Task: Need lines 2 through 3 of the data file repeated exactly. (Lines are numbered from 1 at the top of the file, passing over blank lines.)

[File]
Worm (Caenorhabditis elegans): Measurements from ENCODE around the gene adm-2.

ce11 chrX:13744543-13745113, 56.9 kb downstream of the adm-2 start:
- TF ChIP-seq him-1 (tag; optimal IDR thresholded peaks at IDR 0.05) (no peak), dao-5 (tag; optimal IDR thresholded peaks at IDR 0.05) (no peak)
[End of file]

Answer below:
ce11 chrX:13744543-13745113, 56.9 kb downstream of the adm-2 start:
- TF ChIP-seq him-1 (tag; optimal IDR thresholded peaks at IDR 0.05) (no peak), dao-5 (tag; optimal IDR thresholded peaks at IDR 0.05) (no peak)